Wednesday, September 4, 2013

A little time in the woods.

Life has gotten too busy lately. And time in the woods, which is very important to me, has fallen by the wayside. In desperation, I begged my family to go car camping over Labor Day weekend... and they weren't too hard to convince.
Four days in the high country of Colorado with a toddler, my hammock, a bag of knitting, and assorted wildlife did me good. I wish I could have stayed another couple weeks though. I wasn't ready to come home.

On the way out the door early Saturday morning, on a day which I knew was going to involve a stop halfway to my sister's house to transfer the contents of the carefully packed Volkswagen to my brother-in-law's old diesel Toyota 4 x 4, picking up lunch in Alamosa which was uncharacteristically packed with people attending a car show, picking up an 18 month old and her parents, and driving another couple hours to find a campsite as far from the ATV-driving Texans as possible (my apologies to all Texans who don't spend their summers tearing up the Colorado mountains on ATVs. I am sure there are some of you out there)... I turned around, grabbed anther skein of yarn from the stash, whacked the swift onto the dining room table, and wound the skein I suddenly was sure I would need in case the project I had planned but hadn't started didn't work out. Emergency yarn. Knitting in the woods is important. I did try to hide this activity from Emily, fearing ridicule. But the large cherry swift is a hard thing to hide. (It turns out if after passing the fields packed full of RVs pulled by massive pickups you keep driving far enough to actually need the four wheel drive you painstakingly transferred all your gear into, the camping opportunities are wide open.)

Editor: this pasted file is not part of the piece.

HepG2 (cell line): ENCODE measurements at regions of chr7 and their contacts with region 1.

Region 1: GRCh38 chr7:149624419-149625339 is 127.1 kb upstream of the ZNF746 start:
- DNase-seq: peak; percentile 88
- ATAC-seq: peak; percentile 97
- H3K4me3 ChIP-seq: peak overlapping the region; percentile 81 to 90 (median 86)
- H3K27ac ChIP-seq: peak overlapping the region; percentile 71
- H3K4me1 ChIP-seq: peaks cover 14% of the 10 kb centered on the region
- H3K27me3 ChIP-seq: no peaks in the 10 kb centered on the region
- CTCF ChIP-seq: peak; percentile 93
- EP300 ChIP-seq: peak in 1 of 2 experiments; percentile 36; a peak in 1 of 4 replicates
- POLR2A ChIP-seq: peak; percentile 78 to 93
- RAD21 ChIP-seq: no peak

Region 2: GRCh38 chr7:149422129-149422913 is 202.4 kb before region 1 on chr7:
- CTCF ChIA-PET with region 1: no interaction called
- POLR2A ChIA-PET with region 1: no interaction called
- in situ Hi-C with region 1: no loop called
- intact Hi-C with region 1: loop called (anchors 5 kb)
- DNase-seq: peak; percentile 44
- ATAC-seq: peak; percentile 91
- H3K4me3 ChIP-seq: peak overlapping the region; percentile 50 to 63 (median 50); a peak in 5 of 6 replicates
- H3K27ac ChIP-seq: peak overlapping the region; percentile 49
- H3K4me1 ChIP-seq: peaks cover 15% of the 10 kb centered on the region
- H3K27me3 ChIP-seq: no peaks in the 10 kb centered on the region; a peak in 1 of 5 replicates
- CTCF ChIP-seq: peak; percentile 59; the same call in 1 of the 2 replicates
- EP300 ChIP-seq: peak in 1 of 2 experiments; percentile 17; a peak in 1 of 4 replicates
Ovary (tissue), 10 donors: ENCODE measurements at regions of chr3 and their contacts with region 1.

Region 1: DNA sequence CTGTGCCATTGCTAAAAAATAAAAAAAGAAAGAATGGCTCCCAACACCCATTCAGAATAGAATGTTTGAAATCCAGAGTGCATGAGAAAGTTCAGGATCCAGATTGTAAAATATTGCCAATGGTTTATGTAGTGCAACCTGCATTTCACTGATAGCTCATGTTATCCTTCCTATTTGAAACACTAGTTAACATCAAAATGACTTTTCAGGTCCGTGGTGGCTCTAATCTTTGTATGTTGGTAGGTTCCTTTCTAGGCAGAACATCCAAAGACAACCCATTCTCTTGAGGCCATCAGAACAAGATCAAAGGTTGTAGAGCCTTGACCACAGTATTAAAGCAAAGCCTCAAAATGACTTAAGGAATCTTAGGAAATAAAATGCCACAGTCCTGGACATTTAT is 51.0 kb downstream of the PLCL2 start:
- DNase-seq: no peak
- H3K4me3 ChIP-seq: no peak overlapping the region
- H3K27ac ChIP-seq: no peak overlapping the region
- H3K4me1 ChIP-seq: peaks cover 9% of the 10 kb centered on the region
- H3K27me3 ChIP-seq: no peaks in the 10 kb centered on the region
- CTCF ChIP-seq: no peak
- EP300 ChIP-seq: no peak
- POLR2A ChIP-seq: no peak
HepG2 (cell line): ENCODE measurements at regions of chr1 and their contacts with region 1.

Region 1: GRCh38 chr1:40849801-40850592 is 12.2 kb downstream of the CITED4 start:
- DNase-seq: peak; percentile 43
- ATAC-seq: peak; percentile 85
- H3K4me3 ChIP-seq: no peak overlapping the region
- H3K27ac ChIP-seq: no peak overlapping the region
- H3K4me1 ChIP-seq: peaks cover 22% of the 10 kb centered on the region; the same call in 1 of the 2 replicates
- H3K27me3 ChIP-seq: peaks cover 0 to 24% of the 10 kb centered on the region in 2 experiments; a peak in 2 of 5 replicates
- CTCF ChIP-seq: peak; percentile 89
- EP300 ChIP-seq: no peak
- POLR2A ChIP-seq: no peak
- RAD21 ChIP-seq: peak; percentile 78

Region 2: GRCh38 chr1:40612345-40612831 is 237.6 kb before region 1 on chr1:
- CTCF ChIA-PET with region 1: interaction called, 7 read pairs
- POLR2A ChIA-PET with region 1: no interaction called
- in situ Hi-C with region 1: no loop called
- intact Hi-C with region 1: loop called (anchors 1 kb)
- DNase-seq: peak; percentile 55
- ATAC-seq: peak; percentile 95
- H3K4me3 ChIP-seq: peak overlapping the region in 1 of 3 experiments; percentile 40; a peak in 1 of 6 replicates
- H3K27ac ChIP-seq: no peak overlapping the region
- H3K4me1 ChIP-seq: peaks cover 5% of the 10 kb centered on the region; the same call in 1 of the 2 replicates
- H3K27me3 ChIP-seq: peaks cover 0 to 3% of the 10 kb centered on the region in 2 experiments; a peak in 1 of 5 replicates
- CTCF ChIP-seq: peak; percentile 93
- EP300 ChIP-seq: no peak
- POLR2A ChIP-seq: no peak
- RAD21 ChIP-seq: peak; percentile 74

I knitted about half of a baby sweater... some by the light of my headlamp.
The baby was adorable. She learned approximately one million words over the weekend and used them all appropriately the minute the neurons connected. I'm sure she is going to win a Pulitzer Prize for fiction one of these days soon.
She was especially impressed by the bull we encountered soon after setting up camp and walking up the road. She was even more impressed the next morning after hearing the story of how the bull woke me up in the middle of the night standing just outside the tent. He left a huge calling card and as she is learning about the potty right now, she was very intrigued by the large pile of bull poop left 10 feet from my head while I slept. Two days later as I sat in my hammock reading a hiking book (not, you might notice, actually hiking), that same bull sauntered right through camp pretty as you please. Walked right through the middle of all of us without a glance to either side. I think we were camped in his toilet quite frankly.

The signs of fall are undeniable. I love the fall. But I hate the end of the hiking season.

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